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Malaria uses almost half of the clinical services in Africa, making its control one of the most important challenges in global public health. Interventions such as the use of insecticide treated nets (ITNs) for people at risk; appropriate antimalarial drugs for people with probable or confirmed malaria and indoor residual spraying (IRS) of insecticides have been at the forefront of global efforts to control the disease. While these measures are important, proven environmental measures that succeeded in eradicating malaria vectors in vast parts of Europe and the Americas in the early 20th century and even in some parts of Africa are largely lacking.
This study examined the associations of malaria incidences with micro-ecological, socio-demographic and behavioural aspects in a rural highland epidemic-prone zone in south western Kenya. Location of houses on flat swampy areas, staying outdoors at night, presence of oxen in the compound, sleeping in a house with open eaves and family size greater than four people were significantly associated with increased risk of malaria.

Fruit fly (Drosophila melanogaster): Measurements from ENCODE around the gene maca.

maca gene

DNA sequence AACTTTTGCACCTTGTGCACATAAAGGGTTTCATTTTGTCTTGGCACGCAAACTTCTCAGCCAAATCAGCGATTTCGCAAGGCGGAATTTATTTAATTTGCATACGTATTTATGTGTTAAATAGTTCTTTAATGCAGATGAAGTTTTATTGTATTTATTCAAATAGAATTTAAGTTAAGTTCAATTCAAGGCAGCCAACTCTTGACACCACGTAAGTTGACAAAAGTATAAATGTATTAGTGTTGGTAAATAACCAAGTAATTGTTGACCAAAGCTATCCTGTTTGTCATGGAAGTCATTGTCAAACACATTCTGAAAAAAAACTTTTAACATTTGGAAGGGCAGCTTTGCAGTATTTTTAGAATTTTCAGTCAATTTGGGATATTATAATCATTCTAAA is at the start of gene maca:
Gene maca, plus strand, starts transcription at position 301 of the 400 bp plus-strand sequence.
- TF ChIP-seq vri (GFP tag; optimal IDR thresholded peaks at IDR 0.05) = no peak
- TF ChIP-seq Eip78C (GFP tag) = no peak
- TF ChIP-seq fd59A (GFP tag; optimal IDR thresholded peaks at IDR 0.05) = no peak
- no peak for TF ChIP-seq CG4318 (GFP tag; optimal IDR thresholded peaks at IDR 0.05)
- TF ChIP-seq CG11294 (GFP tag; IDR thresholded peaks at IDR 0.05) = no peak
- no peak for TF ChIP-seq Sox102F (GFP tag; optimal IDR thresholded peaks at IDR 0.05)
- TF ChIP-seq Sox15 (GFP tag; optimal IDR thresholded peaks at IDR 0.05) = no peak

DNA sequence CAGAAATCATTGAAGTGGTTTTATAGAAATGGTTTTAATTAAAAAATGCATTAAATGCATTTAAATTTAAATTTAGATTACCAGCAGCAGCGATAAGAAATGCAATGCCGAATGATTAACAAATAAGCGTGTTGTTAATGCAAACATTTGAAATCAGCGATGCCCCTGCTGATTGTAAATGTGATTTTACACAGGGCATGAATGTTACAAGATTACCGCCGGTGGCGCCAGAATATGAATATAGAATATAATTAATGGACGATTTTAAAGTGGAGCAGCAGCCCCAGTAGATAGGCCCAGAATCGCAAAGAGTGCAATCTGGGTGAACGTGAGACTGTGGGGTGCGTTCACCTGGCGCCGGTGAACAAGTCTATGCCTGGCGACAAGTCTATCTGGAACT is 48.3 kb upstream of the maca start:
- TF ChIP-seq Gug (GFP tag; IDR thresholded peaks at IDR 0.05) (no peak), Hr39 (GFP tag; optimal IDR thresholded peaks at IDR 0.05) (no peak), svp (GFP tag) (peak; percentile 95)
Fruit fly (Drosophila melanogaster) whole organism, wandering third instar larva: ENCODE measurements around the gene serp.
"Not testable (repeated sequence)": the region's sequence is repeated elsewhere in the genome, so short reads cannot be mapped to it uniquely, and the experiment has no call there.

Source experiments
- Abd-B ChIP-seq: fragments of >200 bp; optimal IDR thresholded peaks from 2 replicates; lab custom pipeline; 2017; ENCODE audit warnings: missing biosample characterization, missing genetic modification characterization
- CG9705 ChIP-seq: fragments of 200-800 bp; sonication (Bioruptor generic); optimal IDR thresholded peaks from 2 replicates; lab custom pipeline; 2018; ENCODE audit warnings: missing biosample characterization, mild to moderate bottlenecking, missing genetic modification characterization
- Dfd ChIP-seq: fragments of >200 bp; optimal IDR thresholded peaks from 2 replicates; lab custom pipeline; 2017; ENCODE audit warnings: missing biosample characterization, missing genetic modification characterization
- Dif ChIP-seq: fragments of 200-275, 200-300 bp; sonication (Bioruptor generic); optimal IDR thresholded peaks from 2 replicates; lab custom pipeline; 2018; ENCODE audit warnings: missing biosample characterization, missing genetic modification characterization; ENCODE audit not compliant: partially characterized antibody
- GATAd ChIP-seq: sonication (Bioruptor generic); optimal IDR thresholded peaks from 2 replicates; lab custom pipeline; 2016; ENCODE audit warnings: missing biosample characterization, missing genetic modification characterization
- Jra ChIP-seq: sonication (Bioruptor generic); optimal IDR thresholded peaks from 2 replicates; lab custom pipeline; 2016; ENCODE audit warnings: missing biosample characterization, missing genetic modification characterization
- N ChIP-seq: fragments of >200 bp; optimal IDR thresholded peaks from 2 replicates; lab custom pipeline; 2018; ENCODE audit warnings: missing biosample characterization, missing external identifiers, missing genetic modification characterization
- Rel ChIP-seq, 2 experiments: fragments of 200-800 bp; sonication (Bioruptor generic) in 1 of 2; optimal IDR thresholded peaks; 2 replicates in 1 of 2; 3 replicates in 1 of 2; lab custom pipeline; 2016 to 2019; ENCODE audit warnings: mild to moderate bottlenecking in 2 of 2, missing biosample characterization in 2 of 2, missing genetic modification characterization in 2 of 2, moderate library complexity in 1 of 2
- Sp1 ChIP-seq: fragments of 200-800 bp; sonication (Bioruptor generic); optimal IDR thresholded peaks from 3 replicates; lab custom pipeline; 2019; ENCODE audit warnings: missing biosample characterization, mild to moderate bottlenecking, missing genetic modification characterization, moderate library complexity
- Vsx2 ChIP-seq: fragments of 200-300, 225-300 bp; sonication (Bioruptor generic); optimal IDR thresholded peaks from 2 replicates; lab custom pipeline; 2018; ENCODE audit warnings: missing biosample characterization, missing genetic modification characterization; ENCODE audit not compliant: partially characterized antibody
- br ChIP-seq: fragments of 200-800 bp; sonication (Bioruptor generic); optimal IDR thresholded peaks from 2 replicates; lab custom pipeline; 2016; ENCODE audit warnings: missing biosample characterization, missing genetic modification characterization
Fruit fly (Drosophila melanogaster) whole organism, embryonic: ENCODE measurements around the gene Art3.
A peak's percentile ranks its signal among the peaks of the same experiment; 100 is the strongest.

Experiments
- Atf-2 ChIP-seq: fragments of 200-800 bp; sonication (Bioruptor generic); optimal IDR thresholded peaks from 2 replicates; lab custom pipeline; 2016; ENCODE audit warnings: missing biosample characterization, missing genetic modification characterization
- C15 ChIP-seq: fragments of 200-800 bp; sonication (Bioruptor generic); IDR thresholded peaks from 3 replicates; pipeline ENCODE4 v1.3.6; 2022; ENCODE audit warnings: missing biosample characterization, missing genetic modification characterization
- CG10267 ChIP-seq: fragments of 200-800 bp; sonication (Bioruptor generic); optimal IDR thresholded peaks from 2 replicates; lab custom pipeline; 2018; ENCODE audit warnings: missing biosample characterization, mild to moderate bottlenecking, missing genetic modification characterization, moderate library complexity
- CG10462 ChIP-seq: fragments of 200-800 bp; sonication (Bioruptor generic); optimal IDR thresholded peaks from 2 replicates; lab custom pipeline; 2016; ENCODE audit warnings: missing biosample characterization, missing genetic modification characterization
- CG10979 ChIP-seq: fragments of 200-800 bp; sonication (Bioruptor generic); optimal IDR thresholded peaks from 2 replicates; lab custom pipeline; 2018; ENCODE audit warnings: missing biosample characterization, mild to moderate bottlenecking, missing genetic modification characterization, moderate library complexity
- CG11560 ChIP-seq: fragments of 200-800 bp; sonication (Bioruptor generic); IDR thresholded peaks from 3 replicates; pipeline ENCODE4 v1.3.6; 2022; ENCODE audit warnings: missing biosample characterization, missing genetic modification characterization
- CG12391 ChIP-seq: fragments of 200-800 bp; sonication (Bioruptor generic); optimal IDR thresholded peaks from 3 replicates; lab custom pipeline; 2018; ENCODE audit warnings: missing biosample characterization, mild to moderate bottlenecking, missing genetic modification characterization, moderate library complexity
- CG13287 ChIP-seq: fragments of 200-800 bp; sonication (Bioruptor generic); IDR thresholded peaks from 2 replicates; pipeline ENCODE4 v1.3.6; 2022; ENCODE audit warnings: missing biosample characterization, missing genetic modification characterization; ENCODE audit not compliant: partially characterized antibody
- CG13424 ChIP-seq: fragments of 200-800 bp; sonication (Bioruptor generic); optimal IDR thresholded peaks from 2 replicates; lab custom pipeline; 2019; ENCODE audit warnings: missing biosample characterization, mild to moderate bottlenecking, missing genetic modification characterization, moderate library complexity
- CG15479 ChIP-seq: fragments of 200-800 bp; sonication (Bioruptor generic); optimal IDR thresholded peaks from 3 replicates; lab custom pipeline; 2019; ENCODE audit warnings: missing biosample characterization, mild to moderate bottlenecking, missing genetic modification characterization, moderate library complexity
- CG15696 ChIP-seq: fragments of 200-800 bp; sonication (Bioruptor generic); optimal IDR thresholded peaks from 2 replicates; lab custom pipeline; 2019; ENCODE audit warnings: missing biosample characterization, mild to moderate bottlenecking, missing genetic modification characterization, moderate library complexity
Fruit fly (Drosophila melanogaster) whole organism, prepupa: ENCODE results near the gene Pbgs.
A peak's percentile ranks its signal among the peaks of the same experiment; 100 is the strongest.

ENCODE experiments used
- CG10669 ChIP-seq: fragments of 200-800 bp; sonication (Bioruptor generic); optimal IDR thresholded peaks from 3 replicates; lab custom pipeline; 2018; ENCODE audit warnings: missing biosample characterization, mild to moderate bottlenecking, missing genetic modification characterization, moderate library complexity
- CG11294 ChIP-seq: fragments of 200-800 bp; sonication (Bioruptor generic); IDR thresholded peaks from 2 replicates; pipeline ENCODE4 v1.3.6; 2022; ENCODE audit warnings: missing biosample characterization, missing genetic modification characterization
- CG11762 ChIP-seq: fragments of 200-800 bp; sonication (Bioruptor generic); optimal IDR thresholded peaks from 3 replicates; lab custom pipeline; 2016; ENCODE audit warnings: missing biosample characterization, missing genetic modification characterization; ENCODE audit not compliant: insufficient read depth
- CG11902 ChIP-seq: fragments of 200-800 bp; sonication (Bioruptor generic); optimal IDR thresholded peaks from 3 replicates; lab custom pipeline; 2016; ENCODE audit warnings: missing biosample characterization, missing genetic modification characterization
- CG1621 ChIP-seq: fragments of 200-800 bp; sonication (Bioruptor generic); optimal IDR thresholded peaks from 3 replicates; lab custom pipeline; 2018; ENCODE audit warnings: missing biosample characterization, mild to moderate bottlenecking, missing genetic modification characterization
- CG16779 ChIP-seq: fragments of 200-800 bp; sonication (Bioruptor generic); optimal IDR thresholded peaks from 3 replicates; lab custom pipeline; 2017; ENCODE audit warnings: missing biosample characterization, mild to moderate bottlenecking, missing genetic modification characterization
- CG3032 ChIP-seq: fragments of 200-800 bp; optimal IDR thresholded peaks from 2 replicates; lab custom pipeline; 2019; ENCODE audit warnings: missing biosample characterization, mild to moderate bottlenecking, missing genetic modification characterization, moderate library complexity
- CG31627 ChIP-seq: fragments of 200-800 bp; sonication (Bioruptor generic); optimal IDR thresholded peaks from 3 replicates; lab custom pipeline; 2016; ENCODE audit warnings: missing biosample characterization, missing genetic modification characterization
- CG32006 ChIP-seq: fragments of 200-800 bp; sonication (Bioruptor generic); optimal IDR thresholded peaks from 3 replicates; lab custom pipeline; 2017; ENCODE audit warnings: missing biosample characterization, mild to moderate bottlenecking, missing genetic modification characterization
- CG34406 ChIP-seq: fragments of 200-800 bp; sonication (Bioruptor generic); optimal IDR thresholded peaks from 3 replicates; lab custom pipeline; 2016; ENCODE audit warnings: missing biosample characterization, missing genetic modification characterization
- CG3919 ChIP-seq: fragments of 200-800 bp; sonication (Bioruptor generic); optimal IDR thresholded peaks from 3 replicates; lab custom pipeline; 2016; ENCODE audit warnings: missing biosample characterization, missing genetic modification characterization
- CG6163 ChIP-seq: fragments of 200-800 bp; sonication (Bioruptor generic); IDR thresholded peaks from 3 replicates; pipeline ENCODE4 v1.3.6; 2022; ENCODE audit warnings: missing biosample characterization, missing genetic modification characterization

On the other hand, having sufficient food supplies throughout the year and keeping medicine at home were significantly associated with reduced risk of malaria. These findings point to the need for holistic approaches that draw connections between behavioural, socioeconomic and micro-ecological factors in malaria control.